One of the most important common features among powerful brands is their focus on creating branded experiences that surround consumers with opportunities to self-select how they want to experience that brand.Â You can do that with your own brand online thanks to the many tools of the social web.Â The trick is creating a core branded destination to act as the central hub for all of your activities.Â In other words, your goal in all of your social media activities should always be to gently nudge your audience back to your central hub.Â Think of it this way:
All roads lead back to your core branded destination.
I talk about this extensively in my upcoming book, 30-Minute Social Media Marketing.Â In fact, the graphic shown below is taken from that book and gives you an idea of how a business (and if you’re using your blog to either make money or grow your company or career, then that blog is a business venture) could set up its own core branded destination in the form of a blog with all other branded destinations leading back to that central hub.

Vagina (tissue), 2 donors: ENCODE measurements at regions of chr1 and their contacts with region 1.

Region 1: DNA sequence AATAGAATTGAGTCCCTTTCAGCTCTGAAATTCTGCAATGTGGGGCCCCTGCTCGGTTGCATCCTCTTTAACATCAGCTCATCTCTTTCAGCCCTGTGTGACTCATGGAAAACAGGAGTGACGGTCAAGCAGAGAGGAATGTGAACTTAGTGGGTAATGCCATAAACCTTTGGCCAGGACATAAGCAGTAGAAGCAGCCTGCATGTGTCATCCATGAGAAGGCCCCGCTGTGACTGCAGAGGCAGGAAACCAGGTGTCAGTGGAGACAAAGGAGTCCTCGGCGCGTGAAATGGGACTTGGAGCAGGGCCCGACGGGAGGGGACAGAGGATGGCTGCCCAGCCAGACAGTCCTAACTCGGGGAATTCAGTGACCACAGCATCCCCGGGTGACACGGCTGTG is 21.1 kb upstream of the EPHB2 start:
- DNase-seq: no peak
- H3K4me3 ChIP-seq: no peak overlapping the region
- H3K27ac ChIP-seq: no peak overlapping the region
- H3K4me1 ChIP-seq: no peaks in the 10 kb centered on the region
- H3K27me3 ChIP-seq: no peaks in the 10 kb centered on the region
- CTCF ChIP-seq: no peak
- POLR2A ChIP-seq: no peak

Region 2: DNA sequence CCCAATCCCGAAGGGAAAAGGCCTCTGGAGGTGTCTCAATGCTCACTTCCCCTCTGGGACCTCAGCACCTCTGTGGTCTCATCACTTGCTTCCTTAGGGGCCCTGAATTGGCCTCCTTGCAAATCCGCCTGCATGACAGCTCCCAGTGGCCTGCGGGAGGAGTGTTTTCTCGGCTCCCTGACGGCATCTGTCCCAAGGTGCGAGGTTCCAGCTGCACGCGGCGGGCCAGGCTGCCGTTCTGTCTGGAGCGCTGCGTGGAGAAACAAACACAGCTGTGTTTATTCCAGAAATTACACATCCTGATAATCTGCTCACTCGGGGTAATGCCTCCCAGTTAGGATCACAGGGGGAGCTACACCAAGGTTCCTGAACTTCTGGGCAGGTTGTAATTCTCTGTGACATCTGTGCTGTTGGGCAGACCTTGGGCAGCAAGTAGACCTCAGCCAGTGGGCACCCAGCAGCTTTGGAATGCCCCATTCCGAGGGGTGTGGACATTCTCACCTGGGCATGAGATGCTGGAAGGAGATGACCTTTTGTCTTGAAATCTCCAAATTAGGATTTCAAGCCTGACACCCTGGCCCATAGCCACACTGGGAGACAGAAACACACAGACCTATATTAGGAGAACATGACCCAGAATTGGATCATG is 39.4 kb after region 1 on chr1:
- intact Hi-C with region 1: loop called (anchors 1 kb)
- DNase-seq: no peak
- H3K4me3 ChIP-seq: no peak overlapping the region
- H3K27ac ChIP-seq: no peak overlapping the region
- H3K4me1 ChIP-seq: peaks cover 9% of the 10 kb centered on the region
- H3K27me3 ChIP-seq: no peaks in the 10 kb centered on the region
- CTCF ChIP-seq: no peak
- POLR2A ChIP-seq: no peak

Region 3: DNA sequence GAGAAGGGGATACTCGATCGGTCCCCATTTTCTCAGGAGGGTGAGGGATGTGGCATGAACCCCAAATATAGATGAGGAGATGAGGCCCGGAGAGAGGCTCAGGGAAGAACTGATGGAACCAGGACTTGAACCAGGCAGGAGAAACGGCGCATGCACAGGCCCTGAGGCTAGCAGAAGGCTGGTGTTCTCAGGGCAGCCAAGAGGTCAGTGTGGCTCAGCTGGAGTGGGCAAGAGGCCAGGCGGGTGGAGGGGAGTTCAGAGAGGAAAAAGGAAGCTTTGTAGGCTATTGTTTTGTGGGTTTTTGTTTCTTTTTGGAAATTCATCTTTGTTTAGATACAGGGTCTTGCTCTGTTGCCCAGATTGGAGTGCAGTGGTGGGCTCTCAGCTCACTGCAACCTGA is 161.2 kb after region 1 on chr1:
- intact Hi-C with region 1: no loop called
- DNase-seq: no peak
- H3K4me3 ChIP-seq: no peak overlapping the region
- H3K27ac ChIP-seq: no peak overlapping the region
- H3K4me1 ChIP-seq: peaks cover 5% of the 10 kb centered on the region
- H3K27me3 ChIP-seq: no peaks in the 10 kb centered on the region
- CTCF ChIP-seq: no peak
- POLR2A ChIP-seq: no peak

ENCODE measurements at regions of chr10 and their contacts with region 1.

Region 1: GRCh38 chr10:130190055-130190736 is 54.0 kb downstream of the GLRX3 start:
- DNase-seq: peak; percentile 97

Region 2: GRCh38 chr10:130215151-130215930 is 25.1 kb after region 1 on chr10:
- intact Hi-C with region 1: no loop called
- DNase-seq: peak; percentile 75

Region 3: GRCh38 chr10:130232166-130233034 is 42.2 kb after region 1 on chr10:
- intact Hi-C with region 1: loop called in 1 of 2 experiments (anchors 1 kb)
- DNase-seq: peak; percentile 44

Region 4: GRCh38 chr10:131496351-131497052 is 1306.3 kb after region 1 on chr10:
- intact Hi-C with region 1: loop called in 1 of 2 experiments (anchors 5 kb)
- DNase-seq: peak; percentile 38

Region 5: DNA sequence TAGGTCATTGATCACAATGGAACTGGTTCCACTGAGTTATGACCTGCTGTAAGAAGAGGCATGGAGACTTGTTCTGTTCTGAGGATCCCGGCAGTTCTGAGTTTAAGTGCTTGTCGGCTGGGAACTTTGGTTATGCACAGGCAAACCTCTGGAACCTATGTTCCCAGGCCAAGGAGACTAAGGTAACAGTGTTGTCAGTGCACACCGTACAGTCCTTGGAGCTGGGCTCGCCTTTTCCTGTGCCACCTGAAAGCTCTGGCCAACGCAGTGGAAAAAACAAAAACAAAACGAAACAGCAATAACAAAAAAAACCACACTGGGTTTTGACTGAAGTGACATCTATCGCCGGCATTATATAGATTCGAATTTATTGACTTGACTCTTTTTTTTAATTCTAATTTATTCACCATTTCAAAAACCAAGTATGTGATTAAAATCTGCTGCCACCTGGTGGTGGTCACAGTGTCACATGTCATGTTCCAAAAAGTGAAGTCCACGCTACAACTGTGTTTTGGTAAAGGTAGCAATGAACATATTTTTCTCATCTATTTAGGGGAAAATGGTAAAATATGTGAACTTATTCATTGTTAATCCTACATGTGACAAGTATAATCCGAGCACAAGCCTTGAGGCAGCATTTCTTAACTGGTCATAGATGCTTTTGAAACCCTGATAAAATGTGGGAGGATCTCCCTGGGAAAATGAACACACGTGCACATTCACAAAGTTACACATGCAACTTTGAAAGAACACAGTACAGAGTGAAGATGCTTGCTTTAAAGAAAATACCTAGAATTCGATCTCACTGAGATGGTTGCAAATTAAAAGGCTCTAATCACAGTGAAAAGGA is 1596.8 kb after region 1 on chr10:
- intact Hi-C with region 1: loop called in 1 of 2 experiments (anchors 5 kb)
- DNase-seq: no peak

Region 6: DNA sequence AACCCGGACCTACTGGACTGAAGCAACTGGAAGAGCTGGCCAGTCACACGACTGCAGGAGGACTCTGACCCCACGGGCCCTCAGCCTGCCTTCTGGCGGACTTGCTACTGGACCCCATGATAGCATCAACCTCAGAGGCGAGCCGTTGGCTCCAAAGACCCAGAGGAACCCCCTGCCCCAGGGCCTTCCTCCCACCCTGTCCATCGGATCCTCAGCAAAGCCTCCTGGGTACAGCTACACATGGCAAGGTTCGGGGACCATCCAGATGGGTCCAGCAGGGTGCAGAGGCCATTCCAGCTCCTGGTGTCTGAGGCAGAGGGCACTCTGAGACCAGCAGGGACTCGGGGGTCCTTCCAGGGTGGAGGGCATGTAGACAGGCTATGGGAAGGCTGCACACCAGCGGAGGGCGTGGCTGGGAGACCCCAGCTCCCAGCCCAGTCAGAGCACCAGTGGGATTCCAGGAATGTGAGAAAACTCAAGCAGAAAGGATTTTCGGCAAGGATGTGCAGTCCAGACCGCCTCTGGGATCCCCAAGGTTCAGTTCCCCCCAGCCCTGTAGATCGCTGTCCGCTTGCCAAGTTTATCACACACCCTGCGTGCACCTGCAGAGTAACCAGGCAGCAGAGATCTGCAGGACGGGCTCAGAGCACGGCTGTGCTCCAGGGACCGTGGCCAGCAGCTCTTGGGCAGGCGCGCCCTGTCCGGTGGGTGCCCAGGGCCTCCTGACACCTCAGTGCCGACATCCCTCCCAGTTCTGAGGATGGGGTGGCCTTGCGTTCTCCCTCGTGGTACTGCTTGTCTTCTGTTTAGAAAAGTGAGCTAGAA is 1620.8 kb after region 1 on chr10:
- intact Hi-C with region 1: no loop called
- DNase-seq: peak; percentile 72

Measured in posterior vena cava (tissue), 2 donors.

While your conversations and content across the social web might vary (and it should in order to effectively communicate with different segments of your audience who are likely to want to hear very different messages from you), your audience should be able to easily find your core branded destination where they can discover all of the additional information about you that they might want.
In other words, don’t re-tell your story everywhere and anywhere.Â Instead, tell a snippet through your content and conversations on other sites (including your own secondary branded destinations), but always make it easy for the audience to travel over to your core branded destination.Â This allows you not only to build more meaningful relationships with audience members, but it also allows you to have more control over conversations.